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24

“Give him
back
!” Young-hee shouted, trying to sound commanding.

She stared in desperate terror at the creature grinning malevolently in front of her. Short and grotesque, with the stump of a horn in the middle of his forehead, he smelled of ash and deceit. He was a
dokkaebi
, a goblin. And he had her little brother.

“No, he's my servant now,” the dokkaebi answered, “fair and square.”

Young-hee's thoughts raced. Around them, crowds of bizarre creatures—elegant fairies, entrepreneurial witches, clay golem servants, and people-that-weren't-really-people surged through the market, ignoring the overstuffed stall where Young-hee faced off against the dokkaebi. She was on her own.
Think!
she urged herself, but she barely understood the rules of this strange place, and this goblin was clearly happy with his prize.

Oblivious, Young-beom turned his dirt-smudged face to his big sister and chewed happily on his
yakgwa
honey biscuit.
Stupid! I never should have brought Bum to a place like this.
“Bum” being her nickname for her annoying little brother. She had been to the goblin market before, but not without a guide, and never with Bum. She had been told it was treacherous, but thought she could handle it. Now, because of her recklessness, her brother had been taken.

“He's not your servant,” she said. “He's my brother.”

“Oh, I must differ. I offered an exchange of services: I'd fill his hunger with a delicious cake, if he'd enter my service for a year. He accepted.”

“No!” cried Bum, growing upset. “I did
not
!”

The goblin scowled. “And yet, there's one of Woo's half-eaten
yakgwa
in your hand, and its crumbs around your mouth. Or is the boy a thief?”

“Woo?”

“Woo,” he grunted, pointing a lumpy goblin thumb at himself.

Scared by the goblin's snarl, Bum tried to run, but the moment he reached the shop limits he stopped short—as if held by a chain. Young-hee rushed to Bum and put a comforting hand on his head.

“He couldn't have agreed to anything,” said Young-hee, watching her brother begin to understand that something was very wrong. “He's too young. He's just a little kid.”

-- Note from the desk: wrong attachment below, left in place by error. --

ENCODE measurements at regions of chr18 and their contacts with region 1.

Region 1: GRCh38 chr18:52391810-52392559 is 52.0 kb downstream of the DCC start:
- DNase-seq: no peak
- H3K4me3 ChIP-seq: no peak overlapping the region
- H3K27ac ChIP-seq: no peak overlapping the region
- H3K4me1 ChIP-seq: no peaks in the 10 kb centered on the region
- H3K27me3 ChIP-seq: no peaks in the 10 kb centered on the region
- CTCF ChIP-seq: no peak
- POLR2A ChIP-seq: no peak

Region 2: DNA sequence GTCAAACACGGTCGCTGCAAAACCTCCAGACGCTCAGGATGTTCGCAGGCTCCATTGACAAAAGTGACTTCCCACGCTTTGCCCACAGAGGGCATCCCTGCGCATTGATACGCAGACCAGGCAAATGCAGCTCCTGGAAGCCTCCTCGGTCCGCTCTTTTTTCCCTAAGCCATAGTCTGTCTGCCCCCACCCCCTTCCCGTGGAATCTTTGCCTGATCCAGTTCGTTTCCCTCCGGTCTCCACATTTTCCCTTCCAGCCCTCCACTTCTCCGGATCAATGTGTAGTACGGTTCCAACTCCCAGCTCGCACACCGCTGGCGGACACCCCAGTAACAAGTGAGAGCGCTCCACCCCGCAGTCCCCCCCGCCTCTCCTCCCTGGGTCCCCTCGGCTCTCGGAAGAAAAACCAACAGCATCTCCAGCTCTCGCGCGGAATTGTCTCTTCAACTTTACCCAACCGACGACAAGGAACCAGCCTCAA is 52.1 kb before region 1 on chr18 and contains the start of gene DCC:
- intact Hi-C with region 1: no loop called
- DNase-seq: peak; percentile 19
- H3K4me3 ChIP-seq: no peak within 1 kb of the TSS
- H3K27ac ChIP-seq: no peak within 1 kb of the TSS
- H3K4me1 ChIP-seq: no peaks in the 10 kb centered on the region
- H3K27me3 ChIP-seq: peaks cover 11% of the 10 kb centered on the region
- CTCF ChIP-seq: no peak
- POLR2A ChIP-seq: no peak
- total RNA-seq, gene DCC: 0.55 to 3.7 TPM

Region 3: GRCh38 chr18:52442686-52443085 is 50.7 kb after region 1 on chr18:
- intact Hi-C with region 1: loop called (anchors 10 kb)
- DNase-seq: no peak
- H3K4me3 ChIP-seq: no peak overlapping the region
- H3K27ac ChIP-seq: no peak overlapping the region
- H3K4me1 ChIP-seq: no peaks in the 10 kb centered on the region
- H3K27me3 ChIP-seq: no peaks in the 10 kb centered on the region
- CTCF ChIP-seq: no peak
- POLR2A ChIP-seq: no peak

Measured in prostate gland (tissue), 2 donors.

Pfft
,” said the dokkaebi dismissively. “He accepted the offered. Now he must pay the price. That's the way of things.”

“But he didn't know,” she said weakly. She ran a hand down Bum's side to his ankle, feeling the invisible thread that held him fast. She had narrowly avoided similar capture on her first market visit.

“Few people know the true cost of the things they buy,” the goblin snapped. “That is not my concern. Woo never made the rules. That's just the way things are.”

Young-hee tried to imagine what her mom would do. “Look, Mr. Woo … I'll get my friends—the
jangseung
guardians and, uh, and the giant toads, and the fairies. I'll bring them all here, and they'll make you give me my brother back.”

Woo shrugged. “Tell whomever you like. Everything's fair and square. This is a goblin market, and goblin rules apply.”


Jigyeowo
,” screamed Young-hee, her emotions exploding, and her face turning red. Bum cringed. “Give me my brother back!
Right now!
Or I
swear
I'll make you sorry!”

Woo spread his fingers and pressed his open hand against Young-hee's chest, pushing her hard against the wall behind her, just beyond Bum's reach.

“You will do
no
such thing,” said the dokkaebi with low menace. “You think you can threaten me, girl, in my own shop?” He stuck a fat, earthen finger from his other hand in her face. “Do you know anything about dokkaebi power? Your little brother is
mine
now, for at least the next year, and there is so much I can do to him. I could sell him to something big and nasty, some creature that likes to eat little boys. He's not very big, but many creatures would find him juicy and delicious. Or maybe I could just vanish him, send him somewhere far away—another realm, another time even. I have many, many cruel options if you rub Woo the wrong way.”

BOOK: Young-hee and the Pullocho